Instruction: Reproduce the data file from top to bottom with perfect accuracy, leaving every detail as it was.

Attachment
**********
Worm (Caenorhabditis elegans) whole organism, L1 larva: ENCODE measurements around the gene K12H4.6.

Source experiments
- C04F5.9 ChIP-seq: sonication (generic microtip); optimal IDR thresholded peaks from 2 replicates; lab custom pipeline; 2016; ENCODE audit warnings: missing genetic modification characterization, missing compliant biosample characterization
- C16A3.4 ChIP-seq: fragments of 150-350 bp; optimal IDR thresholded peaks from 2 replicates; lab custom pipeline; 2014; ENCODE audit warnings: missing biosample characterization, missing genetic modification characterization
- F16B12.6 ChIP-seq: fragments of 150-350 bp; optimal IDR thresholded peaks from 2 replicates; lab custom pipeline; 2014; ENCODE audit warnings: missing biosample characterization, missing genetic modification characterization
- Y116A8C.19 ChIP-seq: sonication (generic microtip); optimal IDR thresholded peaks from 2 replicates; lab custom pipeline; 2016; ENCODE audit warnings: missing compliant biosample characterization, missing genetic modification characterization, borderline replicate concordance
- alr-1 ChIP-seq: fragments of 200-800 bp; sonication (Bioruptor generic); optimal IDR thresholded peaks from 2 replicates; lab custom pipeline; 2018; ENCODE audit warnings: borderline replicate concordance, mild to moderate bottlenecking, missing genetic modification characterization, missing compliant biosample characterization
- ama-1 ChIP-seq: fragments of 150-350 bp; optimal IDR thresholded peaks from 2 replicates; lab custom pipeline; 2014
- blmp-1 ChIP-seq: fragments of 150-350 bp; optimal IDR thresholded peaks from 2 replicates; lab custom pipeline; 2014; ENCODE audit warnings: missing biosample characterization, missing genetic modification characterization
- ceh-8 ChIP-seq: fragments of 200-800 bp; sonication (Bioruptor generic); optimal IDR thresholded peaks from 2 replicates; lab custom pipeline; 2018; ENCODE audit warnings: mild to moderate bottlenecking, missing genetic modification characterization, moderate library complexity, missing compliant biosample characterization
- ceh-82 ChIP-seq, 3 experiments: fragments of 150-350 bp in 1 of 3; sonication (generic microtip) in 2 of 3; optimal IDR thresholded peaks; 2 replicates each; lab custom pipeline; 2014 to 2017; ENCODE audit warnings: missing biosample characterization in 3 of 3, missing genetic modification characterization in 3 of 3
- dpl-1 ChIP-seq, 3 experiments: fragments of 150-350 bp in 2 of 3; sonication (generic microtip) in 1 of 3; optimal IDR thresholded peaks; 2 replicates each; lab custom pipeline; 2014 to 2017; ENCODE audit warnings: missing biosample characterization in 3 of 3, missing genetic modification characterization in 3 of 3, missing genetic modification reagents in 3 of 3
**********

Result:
Worm (Caenorhabditis elegans) whole organism, L1 larva: ENCODE measurements around the gene K12H4.6.

Source experiments
- C04F5.9 ChIP-seq: sonication (generic microtip); optimal IDR thresholded peaks from 2 replicates; lab custom pipeline; 2016; ENCODE audit warnings: missing genetic modification characterization, missing compliant biosample characterization
- C16A3.4 ChIP-seq: fragments of 150-350 bp; optimal IDR thresholded peaks from 2 replicates; lab custom pipeline; 2014; ENCODE audit warnings: missing biosample characterization, missing genetic modification characterization
- F16B12.6 ChIP-seq: fragments of 150-350 bp; optimal IDR thresholded peaks from 2 replicates; lab custom pipeline; 2014; ENCODE audit warnings: missing biosample characterization, missing genetic modification characterization
- Y116A8C.19 ChIP-seq: sonication (generic microtip); optimal IDR thresholded peaks from 2 replicates; lab custom pipeline; 2016; ENCODE audit warnings: missing compliant biosample characterization, missing genetic modification characterization, borderline replicate concordance
- alr-1 ChIP-seq: fragments of 200-800 bp; sonication (Bioruptor generic); optimal IDR thresholded peaks from 2 replicates; lab custom pipeline; 2018; ENCODE audit warnings: borderline replicate concordance, mild to moderate bottlenecking, missing genetic modification characterization, missing compliant biosample characterization
- ama-1 ChIP-seq: fragments of 150-350 bp; optimal IDR thresholded peaks from 2 replicates; lab custom pipeline; 2014
- blmp-1 ChIP-seq: fragments of 150-350 bp; optimal IDR thresholded peaks from 2 replicates; lab custom pipeline; 2014; ENCODE audit warnings: missing biosample characterization, missing genetic modification characterization
- ceh-8 ChIP-seq: fragments of 200-800 bp; sonication (Bioruptor generic); optimal IDR thresholded peaks from 2 replicates; lab custom pipeline; 2018; ENCODE audit warnings: mild to moderate bottlenecking, missing genetic modification characterization, moderate library complexity, missing compliant biosample characterization
- ceh-82 ChIP-seq, 3 experiments: fragments of 150-350 bp in 1 of 3; sonication (generic microtip) in 2 of 3; optimal IDR thresholded peaks; 2 replicates each; lab custom pipeline; 2014 to 2017; ENCODE audit warnings: missing biosample characterization in 3 of 3, missing genetic modification characterization in 3 of 3
- dpl-1 ChIP-seq, 3 experiments: fragments of 150-350 bp in 2 of 3; sonication (generic microtip) in 1 of 3; optimal IDR thresholded peaks; 2 replicates each; lab custom pipeline; 2014 to 2017; ENCODE audit warnings: missing biosample characterization in 3 of 3, missing genetic modification characterization in 3 of 3, missing genetic modification reagents in 3 of 3